A pioneer on the German street art scene, now a world-renowned multi-disciplinary artists, Boris Hoppek has been challenging viewers for over 20 years with his trademark blend of faux innocence, political incorrectness and social critique.
Born in Kreuztal, Germany, in 1970, Hoppek was “a hippy community baby.” He regularly skipped school and later spent 10 years on the move, dodging military service. Under the alias, Forty, Hoppek started producing graffiti in the early 90s; he spearheaded the use of iconic figurative elements in this emerging movement, and appeared in various books on German street art during that time. In 2003, the artist moved to Barcelona, where he is still based.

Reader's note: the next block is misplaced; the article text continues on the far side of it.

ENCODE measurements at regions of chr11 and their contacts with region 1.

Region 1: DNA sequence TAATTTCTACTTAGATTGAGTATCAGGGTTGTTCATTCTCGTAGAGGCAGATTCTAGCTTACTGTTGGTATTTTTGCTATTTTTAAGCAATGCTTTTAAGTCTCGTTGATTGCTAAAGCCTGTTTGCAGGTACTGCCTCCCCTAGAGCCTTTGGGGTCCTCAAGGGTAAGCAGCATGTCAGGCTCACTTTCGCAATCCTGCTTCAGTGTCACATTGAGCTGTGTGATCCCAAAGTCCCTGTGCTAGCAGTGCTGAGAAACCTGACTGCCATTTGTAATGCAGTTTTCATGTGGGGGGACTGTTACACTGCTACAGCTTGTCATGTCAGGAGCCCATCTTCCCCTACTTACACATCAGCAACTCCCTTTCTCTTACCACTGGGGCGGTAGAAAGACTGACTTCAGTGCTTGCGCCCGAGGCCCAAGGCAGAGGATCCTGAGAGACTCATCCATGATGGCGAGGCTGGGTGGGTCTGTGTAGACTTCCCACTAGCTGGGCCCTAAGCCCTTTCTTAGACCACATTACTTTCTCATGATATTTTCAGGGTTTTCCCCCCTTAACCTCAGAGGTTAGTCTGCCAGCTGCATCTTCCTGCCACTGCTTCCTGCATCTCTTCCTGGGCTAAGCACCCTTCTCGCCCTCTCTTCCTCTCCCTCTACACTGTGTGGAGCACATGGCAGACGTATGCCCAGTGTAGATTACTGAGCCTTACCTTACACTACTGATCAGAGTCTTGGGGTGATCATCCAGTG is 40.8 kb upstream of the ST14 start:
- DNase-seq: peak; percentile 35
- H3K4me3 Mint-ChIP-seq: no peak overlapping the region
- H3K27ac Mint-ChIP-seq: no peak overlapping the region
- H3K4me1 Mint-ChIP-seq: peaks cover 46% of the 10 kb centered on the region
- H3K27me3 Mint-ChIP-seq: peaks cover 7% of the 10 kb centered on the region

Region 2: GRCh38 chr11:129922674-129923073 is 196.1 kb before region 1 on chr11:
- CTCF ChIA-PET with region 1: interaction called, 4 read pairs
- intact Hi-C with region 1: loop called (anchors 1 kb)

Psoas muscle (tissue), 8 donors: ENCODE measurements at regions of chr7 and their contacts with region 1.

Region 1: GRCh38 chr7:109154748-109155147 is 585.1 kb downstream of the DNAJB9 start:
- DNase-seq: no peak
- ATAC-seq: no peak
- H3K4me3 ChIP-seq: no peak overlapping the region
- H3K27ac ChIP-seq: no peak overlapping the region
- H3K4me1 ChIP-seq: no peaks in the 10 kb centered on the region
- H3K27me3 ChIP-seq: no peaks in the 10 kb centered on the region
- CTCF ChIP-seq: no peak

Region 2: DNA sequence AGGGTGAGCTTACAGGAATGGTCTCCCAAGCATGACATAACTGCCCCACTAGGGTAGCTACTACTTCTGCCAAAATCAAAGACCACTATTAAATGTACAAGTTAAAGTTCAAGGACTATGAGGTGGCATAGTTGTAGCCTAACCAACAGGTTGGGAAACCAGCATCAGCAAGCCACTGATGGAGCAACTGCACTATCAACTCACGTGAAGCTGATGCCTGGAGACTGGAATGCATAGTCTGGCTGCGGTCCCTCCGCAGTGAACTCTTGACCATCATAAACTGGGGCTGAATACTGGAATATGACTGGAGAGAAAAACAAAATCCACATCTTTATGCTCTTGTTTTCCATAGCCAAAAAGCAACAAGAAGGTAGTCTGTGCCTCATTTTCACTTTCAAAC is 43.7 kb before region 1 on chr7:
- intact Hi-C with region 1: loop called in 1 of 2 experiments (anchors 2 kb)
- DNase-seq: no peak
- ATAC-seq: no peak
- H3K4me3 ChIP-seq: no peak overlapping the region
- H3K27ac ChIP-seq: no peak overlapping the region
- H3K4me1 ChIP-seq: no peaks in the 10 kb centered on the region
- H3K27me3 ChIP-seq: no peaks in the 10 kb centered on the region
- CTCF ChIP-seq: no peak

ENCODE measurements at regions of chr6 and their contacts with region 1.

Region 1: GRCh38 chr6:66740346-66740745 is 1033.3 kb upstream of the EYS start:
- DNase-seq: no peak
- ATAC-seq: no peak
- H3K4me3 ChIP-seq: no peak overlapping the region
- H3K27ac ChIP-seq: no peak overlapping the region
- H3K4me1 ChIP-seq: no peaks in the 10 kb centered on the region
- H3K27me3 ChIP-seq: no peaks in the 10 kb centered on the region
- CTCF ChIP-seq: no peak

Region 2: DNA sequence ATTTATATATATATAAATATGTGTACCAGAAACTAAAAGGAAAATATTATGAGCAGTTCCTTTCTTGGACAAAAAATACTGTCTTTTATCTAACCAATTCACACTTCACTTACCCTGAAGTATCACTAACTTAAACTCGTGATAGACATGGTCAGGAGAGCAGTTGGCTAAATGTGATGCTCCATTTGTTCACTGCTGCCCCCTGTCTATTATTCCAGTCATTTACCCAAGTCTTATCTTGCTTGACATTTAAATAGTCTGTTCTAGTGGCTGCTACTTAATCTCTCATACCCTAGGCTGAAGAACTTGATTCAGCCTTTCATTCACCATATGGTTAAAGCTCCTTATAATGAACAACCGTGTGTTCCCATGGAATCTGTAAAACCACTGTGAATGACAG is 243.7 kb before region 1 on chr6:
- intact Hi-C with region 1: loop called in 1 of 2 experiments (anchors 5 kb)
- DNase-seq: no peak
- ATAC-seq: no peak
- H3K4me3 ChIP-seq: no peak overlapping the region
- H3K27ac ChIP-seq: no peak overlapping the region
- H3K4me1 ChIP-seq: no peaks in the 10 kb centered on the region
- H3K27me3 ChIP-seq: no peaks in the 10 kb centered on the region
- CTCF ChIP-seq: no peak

Hoppek’s output now ranges from painting, drawing or photography to large-scale installations and public interventions. Issues of sexuality, violence, racism and oppression are addressed through provocative works featuring his emblematic Bimbo dolls, super-sized vaginas or blunt stereotypes, while his appropriation of racist or misogynistic imagery have meant that Hoppek is never far from controversy.
Present on walls the world over, Hoppek’s artwork has also featured in group shows and solo exhibitions across Europe, USA and Japan. In 2010 he was commissioned to create a mural for the Museum of Contemporary Art in Rome. Famously reluctant to discuss his work, Hoppek confronts viewers with hard-hitting creations and a simple clue: “I don’t have a concept.”